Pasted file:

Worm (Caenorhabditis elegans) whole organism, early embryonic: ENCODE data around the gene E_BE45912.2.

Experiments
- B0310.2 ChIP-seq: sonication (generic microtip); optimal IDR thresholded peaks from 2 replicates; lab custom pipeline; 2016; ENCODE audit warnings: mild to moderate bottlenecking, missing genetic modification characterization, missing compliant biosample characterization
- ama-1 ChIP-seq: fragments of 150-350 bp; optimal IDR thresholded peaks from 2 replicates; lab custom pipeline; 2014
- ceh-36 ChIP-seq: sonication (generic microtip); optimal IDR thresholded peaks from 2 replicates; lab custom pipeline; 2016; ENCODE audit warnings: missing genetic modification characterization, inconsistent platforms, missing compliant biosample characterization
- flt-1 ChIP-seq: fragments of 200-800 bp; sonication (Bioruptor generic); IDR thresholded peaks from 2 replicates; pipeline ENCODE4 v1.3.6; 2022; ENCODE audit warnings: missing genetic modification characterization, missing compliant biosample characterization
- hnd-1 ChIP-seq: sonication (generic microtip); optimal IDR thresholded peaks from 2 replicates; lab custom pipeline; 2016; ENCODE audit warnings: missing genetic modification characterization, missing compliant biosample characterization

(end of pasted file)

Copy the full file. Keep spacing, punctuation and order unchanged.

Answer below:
Worm (Caenorhabditis elegans) whole organism, early embryonic: ENCODE data around the gene E_BE45912.2.

Experiments
- B0310.2 ChIP-seq: sonication (generic microtip); optimal IDR thresholded peaks from 2 replicates; lab custom pipeline; 2016; ENCODE audit warnings: mild to moderate bottlenecking, missing genetic modification characterization, missing compliant biosample characterization
- ama-1 ChIP-seq: fragments of 150-350 bp; optimal IDR thresholded peaks from 2 replicates; lab custom pipeline; 2014
- ceh-36 ChIP-seq: sonication (generic microtip); optimal IDR thresholded peaks from 2 replicates; lab custom pipeline; 2016; ENCODE audit warnings: missing genetic modification characterization, inconsistent platforms, missing compliant biosample characterization
- flt-1 ChIP-seq: fragments of 200-800 bp; sonication (Bioruptor generic); IDR thresholded peaks from 2 replicates; pipeline ENCODE4 v1.3.6; 2022; ENCODE audit warnings: missing genetic modification characterization, missing compliant biosample characterization
- hnd-1 ChIP-seq: sonication (generic microtip); optimal IDR thresholded peaks from 2 replicates; lab custom pipeline; 2016; ENCODE audit warnings: missing genetic modification characterization, missing compliant biosample characterization